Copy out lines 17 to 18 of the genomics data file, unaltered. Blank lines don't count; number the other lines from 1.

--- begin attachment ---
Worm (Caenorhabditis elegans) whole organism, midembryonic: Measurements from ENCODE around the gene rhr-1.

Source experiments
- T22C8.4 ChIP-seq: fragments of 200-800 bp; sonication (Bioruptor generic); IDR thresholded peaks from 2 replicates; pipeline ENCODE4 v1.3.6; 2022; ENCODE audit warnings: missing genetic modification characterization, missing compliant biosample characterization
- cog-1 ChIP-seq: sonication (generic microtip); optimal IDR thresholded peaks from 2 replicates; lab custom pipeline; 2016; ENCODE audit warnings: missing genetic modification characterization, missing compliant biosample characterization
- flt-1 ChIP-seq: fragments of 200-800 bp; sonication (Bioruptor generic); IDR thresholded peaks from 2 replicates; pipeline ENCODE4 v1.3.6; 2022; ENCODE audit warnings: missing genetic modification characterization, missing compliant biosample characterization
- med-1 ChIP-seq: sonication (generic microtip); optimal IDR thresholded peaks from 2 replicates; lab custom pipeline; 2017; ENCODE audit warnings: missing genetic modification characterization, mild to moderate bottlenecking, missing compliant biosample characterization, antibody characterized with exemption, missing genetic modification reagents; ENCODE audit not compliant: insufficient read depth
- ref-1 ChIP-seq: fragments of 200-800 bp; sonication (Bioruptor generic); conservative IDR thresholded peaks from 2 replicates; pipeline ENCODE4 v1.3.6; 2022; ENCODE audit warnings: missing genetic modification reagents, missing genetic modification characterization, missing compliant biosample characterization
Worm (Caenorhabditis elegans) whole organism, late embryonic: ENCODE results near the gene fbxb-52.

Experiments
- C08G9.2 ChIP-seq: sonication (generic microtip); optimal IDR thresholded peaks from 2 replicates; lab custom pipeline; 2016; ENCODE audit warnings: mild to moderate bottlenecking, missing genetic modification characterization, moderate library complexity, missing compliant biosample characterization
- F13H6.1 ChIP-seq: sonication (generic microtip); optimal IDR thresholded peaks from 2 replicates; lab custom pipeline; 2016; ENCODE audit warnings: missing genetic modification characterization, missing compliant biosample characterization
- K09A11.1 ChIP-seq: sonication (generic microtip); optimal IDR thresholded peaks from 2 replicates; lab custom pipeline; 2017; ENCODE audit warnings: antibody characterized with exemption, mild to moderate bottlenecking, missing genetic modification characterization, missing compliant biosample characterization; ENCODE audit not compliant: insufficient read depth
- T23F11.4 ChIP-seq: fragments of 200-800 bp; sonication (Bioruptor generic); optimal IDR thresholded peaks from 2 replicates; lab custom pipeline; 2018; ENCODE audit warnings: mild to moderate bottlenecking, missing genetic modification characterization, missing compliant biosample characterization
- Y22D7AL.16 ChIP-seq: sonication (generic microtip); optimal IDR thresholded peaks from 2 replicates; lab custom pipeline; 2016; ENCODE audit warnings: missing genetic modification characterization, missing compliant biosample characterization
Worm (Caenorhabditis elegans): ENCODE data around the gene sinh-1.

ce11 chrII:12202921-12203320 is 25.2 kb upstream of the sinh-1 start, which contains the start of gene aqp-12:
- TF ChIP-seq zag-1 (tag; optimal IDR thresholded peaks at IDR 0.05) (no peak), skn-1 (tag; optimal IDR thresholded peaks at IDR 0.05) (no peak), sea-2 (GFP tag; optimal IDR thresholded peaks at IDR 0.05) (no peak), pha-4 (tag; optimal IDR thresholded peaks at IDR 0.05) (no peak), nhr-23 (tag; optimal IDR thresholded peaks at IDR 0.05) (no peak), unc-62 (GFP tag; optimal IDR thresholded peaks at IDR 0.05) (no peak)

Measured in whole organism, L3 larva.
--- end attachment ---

- TF ChIP-seq zag-1 (tag; optimal IDR thresholded peaks at IDR 0.05) (no peak), skn-1 (tag; optimal IDR thresholded peaks at IDR 0.05) (no peak), sea-2 (GFP tag; optimal IDR thresholded peaks at IDR 0.05) (no peak), pha-4 (tag; optimal IDR thresholded peaks at IDR 0.05) (no peak), nhr-23 (tag; optimal IDR thresholded peaks at IDR 0.05) (no peak), unc-62 (GFP tag; optimal IDR thresholded peaks at IDR 0.05) (no peak)

Measured in whole organism, L3 larva.